The probability of recession in the U.S. suddenly surged to the 20% level from the 2% level recorded a month earlier.
The economy is limping along at an official 2 percent growth rate - and even that is overstated because it includes a 9.6 percent increase in deficit-financed government spending. We're already in the recession red zone, and the largest tax hike in American history looms January 1 if Congress fails to reach an agreement to cancel it. In this contest, the presidential election boils down to a remarkably simple choice: recession or real recovery.
The First Lady comments on the state of the union in a radio interview.
What's important to note is that in a relatively healthy and growing economy, there is very little reason for companies to act to cut their dividends.
I am very comfortable with pegging of the start of the recession in June and I expect more downward revisions in GDP and employment are on the way.
We've identified recession territory as being consistent with more than 10 U.S. companies per month acting to cut their dividend payments to investors.
While ultra-low rates may have made it cheap for qualified borrowers to borrow money, they're also punishing savers. Yields on most savings accounts and certificates of deposit are well below 1%, and the picture isn't much better overseas.
I specifically point out the opinion of James Beck "The decline year-over-year in these three core transportation indicators suggest a slowing in the economy if not a recession."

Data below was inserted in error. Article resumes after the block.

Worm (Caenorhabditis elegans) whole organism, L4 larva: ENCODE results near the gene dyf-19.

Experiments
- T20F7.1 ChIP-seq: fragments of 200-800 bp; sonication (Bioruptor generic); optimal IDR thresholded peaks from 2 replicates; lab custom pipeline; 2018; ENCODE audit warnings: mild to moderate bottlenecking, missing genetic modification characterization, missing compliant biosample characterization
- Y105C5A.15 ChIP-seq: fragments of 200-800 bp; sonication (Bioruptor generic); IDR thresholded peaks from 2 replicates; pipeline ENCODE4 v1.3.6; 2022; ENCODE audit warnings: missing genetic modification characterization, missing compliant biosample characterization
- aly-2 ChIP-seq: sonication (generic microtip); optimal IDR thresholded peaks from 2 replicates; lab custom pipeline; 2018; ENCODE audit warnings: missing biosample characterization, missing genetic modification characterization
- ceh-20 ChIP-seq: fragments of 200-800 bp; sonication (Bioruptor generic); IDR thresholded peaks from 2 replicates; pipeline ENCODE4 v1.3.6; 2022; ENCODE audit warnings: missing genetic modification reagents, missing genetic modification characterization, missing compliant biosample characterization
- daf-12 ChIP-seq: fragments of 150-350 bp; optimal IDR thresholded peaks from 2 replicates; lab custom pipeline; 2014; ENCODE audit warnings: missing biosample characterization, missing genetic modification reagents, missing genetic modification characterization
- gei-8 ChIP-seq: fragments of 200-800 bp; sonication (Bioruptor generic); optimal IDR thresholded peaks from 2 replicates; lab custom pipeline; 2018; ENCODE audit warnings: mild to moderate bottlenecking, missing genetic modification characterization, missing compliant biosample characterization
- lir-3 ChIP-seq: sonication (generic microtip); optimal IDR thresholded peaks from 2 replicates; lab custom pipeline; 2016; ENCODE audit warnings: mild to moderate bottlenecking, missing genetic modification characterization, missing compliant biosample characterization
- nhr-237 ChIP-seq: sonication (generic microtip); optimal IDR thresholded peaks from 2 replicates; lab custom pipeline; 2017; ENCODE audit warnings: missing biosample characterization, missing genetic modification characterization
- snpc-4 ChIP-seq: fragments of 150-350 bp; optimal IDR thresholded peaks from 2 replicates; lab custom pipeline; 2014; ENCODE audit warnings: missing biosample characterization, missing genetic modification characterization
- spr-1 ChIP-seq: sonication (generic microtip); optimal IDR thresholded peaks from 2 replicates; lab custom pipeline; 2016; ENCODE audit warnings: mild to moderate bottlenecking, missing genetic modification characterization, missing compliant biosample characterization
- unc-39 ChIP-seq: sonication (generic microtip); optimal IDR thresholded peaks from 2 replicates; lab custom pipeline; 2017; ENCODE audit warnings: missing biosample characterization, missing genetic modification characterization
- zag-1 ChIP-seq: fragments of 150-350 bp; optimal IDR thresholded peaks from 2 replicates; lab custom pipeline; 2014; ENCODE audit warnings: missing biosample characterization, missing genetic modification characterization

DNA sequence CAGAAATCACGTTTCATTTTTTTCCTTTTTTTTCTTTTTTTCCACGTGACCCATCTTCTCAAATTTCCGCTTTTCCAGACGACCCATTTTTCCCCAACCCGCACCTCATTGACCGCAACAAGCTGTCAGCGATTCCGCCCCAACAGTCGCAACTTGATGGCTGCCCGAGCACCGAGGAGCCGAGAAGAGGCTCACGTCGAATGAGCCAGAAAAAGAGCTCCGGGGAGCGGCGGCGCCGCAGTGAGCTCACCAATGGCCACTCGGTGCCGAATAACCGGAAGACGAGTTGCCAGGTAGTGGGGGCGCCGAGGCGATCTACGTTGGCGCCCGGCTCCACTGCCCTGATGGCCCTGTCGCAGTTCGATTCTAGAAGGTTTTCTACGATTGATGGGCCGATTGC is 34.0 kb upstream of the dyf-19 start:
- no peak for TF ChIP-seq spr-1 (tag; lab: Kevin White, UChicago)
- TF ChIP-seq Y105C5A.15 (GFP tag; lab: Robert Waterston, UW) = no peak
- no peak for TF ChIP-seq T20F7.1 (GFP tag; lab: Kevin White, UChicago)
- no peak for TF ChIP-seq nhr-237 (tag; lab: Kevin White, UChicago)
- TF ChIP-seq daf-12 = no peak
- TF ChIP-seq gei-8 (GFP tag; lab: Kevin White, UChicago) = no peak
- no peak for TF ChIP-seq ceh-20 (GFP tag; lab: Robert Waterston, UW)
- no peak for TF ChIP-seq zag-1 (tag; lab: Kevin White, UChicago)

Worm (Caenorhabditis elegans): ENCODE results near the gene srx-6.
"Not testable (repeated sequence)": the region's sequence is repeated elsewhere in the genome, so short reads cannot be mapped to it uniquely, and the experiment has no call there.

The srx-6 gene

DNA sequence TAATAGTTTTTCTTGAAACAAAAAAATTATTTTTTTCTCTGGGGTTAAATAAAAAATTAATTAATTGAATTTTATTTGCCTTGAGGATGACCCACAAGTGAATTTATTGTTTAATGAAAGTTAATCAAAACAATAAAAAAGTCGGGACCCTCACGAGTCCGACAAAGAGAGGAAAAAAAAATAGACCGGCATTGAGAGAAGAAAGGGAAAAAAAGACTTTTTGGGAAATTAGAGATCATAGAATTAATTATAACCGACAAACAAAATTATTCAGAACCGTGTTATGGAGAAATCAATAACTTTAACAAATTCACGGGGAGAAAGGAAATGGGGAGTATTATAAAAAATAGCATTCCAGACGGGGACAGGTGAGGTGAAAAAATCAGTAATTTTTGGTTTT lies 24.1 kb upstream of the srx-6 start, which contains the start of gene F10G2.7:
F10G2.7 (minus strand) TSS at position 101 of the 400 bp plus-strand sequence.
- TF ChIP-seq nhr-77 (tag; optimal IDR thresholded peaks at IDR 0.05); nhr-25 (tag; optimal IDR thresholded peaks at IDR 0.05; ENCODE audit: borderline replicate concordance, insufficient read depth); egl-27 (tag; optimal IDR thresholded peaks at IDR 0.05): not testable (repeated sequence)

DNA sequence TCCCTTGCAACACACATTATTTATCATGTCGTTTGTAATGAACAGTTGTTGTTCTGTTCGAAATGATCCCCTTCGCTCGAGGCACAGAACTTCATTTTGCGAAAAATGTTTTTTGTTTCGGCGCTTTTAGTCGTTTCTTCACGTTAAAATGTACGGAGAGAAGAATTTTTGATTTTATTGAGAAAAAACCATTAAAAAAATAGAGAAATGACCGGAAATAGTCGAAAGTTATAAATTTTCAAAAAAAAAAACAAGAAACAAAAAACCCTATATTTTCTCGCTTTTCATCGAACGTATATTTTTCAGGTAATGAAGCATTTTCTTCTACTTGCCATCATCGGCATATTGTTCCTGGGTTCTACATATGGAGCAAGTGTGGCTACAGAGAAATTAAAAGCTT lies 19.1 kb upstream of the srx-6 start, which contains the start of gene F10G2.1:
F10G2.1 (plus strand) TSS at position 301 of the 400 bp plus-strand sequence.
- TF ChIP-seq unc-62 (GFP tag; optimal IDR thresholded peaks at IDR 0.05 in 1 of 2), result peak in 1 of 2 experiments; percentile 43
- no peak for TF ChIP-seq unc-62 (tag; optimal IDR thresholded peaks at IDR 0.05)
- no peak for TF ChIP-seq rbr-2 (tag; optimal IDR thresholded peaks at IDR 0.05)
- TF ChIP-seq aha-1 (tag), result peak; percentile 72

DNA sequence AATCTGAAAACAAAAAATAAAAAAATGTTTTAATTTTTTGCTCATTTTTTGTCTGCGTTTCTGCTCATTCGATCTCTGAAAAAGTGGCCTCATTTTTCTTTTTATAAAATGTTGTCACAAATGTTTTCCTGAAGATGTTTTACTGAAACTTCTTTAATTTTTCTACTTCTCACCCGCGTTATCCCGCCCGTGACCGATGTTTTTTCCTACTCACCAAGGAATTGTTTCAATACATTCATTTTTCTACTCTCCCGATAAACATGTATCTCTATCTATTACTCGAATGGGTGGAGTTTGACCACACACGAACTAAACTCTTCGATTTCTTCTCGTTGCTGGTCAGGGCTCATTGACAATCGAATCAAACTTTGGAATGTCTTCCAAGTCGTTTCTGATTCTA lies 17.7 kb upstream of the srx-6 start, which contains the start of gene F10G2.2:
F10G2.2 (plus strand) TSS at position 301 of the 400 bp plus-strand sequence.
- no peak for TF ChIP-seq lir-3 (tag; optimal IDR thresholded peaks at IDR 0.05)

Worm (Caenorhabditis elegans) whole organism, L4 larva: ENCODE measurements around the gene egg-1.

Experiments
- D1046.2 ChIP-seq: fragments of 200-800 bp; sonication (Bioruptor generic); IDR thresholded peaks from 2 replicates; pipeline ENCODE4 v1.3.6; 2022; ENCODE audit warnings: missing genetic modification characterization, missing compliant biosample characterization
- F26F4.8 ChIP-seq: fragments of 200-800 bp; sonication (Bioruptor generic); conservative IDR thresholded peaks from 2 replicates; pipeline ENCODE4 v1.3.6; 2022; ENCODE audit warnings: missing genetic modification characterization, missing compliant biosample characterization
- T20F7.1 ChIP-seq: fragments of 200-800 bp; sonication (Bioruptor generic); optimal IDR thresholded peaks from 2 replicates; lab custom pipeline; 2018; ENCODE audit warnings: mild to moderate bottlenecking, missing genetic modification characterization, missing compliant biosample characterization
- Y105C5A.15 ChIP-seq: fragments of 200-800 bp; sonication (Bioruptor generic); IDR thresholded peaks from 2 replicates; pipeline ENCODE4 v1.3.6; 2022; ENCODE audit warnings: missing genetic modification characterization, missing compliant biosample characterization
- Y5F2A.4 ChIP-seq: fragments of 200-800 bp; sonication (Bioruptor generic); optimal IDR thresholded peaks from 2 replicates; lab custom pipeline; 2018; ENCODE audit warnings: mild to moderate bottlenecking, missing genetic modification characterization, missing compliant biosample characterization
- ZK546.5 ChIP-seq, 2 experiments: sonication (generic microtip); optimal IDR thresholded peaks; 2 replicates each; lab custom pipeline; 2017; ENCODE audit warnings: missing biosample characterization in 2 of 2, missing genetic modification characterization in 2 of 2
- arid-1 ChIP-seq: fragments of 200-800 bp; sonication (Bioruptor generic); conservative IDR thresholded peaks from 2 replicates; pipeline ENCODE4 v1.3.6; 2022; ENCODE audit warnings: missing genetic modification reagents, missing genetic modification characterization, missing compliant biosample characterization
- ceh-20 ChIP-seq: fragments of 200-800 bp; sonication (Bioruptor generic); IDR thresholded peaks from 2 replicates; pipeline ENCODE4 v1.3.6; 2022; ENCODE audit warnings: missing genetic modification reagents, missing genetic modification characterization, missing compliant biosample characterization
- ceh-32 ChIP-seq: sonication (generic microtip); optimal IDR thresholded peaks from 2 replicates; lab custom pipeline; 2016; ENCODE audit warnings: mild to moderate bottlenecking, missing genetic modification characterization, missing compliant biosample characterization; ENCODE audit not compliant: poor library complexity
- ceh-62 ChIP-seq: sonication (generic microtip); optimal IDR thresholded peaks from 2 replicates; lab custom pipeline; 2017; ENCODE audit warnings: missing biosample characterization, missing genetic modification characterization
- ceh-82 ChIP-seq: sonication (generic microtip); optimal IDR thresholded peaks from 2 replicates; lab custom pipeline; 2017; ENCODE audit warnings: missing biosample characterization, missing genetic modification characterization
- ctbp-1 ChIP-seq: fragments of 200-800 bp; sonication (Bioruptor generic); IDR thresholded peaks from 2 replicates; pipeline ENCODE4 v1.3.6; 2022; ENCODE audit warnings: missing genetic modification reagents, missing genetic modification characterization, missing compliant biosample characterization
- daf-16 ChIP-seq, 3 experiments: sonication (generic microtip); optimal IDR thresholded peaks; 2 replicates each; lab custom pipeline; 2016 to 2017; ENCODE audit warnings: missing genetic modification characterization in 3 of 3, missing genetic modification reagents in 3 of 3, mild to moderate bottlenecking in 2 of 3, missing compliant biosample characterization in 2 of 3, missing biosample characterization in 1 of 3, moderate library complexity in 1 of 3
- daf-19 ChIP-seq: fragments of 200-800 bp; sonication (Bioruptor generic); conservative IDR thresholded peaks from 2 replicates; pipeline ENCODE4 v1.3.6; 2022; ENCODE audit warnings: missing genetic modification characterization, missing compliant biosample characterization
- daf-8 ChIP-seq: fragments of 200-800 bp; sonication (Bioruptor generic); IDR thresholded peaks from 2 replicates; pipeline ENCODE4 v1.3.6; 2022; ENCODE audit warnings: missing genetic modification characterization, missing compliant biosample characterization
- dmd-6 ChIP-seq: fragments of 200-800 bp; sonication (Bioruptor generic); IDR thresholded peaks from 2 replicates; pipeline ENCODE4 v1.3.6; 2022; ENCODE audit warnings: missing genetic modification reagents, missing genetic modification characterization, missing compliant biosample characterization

Ironically, two consecutive horrendous household surveys following months of weak regional Fed manufacturing surveys was enough for me to say on September 7, 2012 Yes, Virginia, It's a Recession.
100% without a doubt, Canada is in the midst of an immense housing bubble. The Canadian bubble outlasted bubbles in China and Australia. Because it did, I get taunts from Canadian readers all the time.
Yesterday I was asked if the services ISM changed my view about the US being in recession. I responded that I wanted to see today's job report first. Well I have seen it and the report is nothing short of a certified disaster.
Contrary to popular myth, recession does not mean two consecutive quarters of economic contraction. Rather, two consecutive quarters of economic contraction is a sufficient, but not necessary condition.
Did you know the economy is going to fall back into another recession in the first half of next year? That’s the sad news coming from the Congressional Budget Office (CBO), in a report released this week.
Biden admits that the recession is still ongoing for millions of unemployed.
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